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Understanding the Connection Between Mental Health and Addiction

According to the National Alliance on Mental Illness (NAMI), an incredible 1 in 5 Americans struggle with a mental health disorder. Given that the population of America sits at around 329 million, at least as of 2019, that’s about 65 million people struggle with this complex issue at any given time.

Now, consider addiction statistics. According to the 2017 NSDUH Annual National Report, 19.7 Americans suffered from a substance use disorder in 2017. Close to 8.5 million were classified as suffering from substance abuse disorder and at least one mental health disorder simultaneously.

These numbers make it clear that there is a connection between mental health and addiction recovery. Getting to know exactly what kind of connection exists, and how it can affect addiction treatment, is extremely important.


What Is Mental Illness?

Merriam-Webster defines mental illness as:


A broad range of medical conditions (such as major depression, schizophrenia, obsessive compulsive disorder, or panic disorder) that are marked primarily by sufficient disorganization of personality, mind, or emotions to impair normal psychological functioning and cause marked distress or disability and that are typically associated with a disruption in normal thinking, feeling, mood, behavior, interpersonal interactions, or daily functioning.


This is, naturally, the medical definition, which is unnecessarily complex and difficult for the average individual to understand. It’s also devoid of nuance – and mental illness can be a decidedly individual experience.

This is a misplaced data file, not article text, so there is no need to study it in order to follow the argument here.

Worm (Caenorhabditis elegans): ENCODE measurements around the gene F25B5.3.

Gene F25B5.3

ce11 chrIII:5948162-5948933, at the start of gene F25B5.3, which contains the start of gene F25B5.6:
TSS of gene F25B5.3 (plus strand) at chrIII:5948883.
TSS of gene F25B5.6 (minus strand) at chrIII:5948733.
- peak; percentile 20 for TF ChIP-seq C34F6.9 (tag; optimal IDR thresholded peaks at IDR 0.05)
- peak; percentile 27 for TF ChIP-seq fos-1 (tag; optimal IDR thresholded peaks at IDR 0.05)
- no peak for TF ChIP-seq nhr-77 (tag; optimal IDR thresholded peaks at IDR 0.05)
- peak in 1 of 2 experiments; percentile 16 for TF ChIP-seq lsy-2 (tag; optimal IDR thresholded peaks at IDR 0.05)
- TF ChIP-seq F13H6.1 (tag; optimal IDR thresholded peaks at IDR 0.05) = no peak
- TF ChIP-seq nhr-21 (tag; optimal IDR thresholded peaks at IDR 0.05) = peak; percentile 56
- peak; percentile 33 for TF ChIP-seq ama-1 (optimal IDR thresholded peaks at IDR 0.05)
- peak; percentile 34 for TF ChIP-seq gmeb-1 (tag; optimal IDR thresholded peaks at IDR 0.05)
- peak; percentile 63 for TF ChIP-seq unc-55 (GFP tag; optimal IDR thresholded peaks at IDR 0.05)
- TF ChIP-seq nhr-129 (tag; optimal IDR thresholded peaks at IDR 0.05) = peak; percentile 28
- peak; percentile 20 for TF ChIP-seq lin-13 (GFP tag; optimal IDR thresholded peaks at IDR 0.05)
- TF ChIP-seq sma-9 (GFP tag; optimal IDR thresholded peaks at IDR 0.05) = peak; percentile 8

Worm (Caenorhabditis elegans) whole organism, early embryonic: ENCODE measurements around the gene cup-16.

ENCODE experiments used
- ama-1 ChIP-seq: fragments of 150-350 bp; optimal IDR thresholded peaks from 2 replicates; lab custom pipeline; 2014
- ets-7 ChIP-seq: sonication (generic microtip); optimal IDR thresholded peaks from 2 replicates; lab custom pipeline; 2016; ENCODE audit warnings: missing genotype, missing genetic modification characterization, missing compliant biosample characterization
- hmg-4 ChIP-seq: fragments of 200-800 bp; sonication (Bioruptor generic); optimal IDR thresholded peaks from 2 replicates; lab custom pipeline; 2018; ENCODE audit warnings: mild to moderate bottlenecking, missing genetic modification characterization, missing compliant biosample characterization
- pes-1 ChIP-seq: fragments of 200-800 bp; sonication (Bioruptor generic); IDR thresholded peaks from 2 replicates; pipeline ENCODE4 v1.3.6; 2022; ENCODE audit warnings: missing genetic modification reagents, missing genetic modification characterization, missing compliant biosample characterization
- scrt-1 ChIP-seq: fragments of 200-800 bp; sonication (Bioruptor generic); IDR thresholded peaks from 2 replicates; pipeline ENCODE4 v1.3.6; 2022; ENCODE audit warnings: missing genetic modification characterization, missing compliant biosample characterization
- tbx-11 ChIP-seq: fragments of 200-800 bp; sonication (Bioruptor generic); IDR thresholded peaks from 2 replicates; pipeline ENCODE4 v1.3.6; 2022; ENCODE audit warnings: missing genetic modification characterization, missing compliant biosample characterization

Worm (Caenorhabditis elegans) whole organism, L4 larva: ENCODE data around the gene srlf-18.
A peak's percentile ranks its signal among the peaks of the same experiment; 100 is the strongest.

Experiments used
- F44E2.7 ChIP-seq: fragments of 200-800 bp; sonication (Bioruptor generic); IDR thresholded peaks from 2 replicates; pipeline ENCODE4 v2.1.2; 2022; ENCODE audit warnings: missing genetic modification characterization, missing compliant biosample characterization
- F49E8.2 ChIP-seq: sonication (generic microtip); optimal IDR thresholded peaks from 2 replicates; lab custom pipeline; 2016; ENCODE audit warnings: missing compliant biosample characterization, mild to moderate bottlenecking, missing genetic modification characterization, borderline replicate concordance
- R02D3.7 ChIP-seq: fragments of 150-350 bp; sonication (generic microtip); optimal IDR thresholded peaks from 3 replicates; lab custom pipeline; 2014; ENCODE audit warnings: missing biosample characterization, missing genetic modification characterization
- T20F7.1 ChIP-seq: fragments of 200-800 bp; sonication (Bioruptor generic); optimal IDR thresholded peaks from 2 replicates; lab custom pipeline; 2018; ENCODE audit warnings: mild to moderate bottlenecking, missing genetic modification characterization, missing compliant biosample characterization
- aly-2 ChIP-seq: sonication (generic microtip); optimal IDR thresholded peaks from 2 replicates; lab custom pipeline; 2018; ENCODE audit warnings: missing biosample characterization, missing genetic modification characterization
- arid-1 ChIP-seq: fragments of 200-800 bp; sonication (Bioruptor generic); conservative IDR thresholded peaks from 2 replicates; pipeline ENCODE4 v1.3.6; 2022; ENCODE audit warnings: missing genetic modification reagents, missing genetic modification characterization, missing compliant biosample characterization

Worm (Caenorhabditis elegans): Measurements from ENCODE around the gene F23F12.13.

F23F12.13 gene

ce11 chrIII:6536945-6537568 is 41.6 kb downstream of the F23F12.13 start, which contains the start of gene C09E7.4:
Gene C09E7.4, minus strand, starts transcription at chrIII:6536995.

From a layman’s perspective, mental illness can be defined as any disorder or state of mind that impairs psychological functioning or causes suffering. From a medical perspective, this includes all of the aforementioned illnesses as well as some 300 other illnesses listed in the Diagnostic and Statistical Manual of Mental Disorders, 5th Edition, also known as the DSM-5. Most psychiatric experts use this guidebook to help identify, diagnose, manage, and treat patients struggling with mental illness.

It is important to note that you don’t necessarily need to meet the criteria for a disorder to be struggling with mental health. Your experiences are valid, and you deserve treatment just as much as someone with a full diagnosis.


Types of Mental Illness

Most mental illnesses fall into a few specific categories:

    • Mood disorders have the defining factor of causing extreme mood disturbances, ranging from severe, suicidal depression to uncontrollable euphoria and loss of inhibition.Patients often struggle with sleep, appetite, and motivation, too. This category includes illnesses like depression, bipolar disorder, and dysthymia.
    • Anxiety disorders cause patients to develop unreasonable fears about objects, people, places, experiences, or behaviors. Anxiety may manifest as a low and constant nervousness, or as extreme phobias, uncontrollable behaviors, and panic attacks. This category includes obsessive-compulsive disorder (OCD), generalized anxiety disorder (GAD), and panic disorder.